From Taliban Clerics, Mixed Views on Terror
Scott Baldauf writer of The Christian Science Monitor, The Christian Science Monitor
As a Muslim cleric and head of his own religious school in this dusty Afghan refugee camp, Maulvi Abdul Qudus has mixed emotions about the terrorist attacks on the United States last Tuesday.
On one hand, he considers terrorism to be un-Islamic, since Islam condemns the killing of innocent civilians, even in times of war. On the other, he considers the United States to be an enemy of Islam and the perpetrator of crimes against Muslim civilians around the world.
"As Muslims, we condemn the heavy human casualties of the attack," says the maulvi (or expert in Islamic law), giving non- Muslims rare permission to enter his mosque for an interview. His students, many of them Taliban soldiers fresh from the front lines in Afghanistan, nod vigorously.
"But from an Islamic point of view, we are enjoying it a little bit, because America is responsible for the destruction of Muslim countries.
"We know that America is a superpower," he adds, "but we believe our cause is good. And if you study Islamic history, you'll find everywhere there was a war, we were small in
numbers and the enemy was bigger in numbers, and we still prevailed. If America wants to attack us, God will help us."
The radical variant of Islam promoted by Afghanistan's ruling Taliban is quite unlike the mainstream Islam practiced by most of the world's Muslims. But it has a powerful hold among the young men of this region, which has known nothing but conflict for more than 20 years. Why these warrior-students consider their cause worth dying for, and why they consider the US to be Islam's implacable enemy - is a function of many impulses.
Some historians say it is the natural reaction of a downtrodden people, frustrated by war, betrayal, and grinding poverty. Others call it a clash of civilizations: proud Islamic tradition on one side; Western democracy and economic dominance on the other. The anger behind militant Islam may be America's most difficult foe, with the sheer force of ideas extending far beyond the borders of Afghanistan to US shores.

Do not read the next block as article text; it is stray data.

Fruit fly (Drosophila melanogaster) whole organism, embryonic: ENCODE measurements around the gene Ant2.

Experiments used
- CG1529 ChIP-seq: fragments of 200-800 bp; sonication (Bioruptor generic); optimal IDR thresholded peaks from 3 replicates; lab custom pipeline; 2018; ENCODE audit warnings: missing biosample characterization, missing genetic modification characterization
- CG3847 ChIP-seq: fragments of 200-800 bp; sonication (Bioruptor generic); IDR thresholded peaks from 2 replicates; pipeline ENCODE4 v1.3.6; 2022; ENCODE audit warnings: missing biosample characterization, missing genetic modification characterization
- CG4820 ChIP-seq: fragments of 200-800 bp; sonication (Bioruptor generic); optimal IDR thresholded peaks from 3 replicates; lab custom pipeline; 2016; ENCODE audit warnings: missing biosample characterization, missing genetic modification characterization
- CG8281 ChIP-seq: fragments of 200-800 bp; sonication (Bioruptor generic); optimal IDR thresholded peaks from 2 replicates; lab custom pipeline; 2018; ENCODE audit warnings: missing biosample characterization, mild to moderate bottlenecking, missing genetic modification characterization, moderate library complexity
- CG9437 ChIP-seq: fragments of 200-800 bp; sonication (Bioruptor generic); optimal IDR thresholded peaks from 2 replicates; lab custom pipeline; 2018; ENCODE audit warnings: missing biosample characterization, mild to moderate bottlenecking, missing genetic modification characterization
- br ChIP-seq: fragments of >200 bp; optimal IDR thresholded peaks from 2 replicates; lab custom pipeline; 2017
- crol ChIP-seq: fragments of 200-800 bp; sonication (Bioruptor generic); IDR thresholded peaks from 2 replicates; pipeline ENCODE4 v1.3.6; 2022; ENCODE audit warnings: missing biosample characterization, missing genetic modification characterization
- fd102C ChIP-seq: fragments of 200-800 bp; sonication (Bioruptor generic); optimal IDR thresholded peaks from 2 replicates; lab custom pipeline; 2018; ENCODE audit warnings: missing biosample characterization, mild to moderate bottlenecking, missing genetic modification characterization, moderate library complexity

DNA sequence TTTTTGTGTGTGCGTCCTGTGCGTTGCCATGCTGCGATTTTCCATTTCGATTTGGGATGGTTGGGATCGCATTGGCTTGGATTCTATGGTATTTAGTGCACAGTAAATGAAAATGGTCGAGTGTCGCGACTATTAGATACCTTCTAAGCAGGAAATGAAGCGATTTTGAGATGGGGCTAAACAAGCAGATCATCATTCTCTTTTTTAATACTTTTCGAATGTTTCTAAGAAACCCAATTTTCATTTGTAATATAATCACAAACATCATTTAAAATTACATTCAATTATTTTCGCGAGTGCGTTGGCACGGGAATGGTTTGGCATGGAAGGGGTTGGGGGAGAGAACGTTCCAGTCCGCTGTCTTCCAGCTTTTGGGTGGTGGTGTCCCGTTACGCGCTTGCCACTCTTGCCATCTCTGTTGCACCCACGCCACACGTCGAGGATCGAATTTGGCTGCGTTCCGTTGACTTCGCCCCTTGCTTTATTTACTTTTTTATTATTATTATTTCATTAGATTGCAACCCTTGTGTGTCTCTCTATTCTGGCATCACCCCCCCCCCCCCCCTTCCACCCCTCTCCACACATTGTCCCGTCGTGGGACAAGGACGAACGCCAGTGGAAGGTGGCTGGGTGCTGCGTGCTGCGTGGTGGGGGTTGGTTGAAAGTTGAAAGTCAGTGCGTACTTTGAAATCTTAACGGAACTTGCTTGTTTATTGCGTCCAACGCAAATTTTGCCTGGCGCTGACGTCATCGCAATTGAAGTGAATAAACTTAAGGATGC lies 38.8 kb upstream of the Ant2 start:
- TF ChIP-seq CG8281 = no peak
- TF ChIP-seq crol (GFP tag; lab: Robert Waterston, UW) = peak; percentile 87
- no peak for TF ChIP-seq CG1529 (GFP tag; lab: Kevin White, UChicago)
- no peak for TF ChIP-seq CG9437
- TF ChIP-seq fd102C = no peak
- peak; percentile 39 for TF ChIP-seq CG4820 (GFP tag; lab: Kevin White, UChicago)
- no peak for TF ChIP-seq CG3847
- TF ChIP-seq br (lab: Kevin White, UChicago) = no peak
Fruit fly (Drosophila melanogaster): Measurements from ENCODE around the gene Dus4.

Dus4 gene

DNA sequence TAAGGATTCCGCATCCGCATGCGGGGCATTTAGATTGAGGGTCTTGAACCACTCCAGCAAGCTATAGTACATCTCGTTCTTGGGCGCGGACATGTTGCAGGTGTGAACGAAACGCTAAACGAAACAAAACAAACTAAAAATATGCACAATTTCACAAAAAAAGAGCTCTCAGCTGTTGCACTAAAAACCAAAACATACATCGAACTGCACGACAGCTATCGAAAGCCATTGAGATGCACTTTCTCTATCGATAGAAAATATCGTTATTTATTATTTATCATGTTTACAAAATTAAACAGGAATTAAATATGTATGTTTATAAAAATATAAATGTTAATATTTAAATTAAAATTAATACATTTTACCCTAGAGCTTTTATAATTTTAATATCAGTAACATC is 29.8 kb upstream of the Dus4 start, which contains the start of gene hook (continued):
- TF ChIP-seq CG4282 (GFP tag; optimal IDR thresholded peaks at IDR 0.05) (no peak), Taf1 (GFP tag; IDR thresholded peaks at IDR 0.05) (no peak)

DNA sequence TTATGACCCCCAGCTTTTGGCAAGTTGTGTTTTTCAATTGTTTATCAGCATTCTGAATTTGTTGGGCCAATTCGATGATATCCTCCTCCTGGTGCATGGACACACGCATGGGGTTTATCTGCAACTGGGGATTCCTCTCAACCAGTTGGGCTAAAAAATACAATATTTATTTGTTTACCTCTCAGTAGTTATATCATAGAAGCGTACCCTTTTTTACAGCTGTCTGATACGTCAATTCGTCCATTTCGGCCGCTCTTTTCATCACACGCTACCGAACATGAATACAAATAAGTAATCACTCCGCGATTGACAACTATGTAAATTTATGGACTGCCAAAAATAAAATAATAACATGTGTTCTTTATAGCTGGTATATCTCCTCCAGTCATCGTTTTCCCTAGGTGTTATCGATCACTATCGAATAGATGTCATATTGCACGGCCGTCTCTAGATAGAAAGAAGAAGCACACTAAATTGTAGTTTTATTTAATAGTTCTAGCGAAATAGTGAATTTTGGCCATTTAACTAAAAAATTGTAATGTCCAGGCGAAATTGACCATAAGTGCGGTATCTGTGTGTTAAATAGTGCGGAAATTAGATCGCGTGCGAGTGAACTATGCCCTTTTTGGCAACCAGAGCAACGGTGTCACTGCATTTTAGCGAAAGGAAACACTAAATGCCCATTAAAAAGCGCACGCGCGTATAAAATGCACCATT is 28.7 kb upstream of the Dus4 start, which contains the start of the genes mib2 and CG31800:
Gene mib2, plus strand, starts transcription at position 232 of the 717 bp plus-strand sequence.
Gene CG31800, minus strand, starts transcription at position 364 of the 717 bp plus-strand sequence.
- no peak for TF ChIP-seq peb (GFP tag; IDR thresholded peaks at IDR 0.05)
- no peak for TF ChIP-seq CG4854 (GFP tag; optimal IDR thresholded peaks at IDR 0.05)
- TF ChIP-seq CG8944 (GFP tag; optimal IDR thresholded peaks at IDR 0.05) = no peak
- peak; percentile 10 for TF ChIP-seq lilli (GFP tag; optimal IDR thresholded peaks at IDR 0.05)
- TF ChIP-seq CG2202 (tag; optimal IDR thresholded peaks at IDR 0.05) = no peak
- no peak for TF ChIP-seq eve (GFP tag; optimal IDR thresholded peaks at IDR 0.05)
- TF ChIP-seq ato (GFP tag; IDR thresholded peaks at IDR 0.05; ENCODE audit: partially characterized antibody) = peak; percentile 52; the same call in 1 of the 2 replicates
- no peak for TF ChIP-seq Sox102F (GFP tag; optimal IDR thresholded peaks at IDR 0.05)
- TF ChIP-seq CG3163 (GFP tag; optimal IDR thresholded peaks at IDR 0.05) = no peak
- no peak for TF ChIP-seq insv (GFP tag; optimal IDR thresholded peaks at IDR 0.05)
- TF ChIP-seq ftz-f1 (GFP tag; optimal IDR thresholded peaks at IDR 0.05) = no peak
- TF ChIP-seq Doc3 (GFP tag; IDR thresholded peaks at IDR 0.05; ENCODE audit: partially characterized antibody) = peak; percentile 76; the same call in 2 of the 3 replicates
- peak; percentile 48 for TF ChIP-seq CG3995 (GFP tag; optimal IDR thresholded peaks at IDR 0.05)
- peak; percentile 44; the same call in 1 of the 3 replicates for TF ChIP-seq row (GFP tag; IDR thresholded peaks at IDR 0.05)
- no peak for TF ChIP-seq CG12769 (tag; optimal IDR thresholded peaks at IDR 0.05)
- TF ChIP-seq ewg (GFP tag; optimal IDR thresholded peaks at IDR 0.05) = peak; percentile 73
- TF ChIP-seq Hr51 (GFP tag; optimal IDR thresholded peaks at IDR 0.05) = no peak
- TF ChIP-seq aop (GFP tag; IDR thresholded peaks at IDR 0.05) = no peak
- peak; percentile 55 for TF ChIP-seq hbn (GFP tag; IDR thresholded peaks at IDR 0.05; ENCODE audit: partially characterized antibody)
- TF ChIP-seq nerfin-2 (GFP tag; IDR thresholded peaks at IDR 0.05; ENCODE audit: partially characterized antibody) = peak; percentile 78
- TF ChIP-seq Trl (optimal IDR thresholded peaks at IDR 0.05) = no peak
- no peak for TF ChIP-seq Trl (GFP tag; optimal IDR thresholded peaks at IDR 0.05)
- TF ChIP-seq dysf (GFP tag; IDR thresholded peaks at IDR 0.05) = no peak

"We need a reality check," says one Western diplomat in New Delhi with extensive experience in the Middle East (who requested anonymity). "This is an ideology that believes that 'once we were great and now we have lost everything.' Why? 'Because European culture took it from us.' These groups [including those who suupport the Taliban] are reviving Islam. The notion of purity goes much deeper than we imagine."
What is certain is that the Taliban and its followers consider the US to be their greatest obstacle in reviving and defending Islam. Part of this comes from a sense of historical betrayal, experts say.
After the mujahideen, or "Islamic warriors", forced the Soviet invading force to leave Afghanistan in 1989, many Afghans expected the US to pour in millions in aid to help rebuild the country. That aid was not forthcoming, in part because rival mujahideen commanders spent the next seven years pummeling each other - and pulverizing their country - in order to gain full control of Afghanistan themselves.
When the Taliban movement emerged in the spring of 1994 as a band of righteous Islamic reformers, many Western leaders considered the young Islamic students (Taliban means "students" in Arabic) to be a potentially positive force. But soon after the Taliban expelled the mujahideen from Kabul, the West saw the Taliban in far more negative terms.
In September1996, the Taliban tortured, and executed the former Soviet-backed President Mohammad Najibullah. …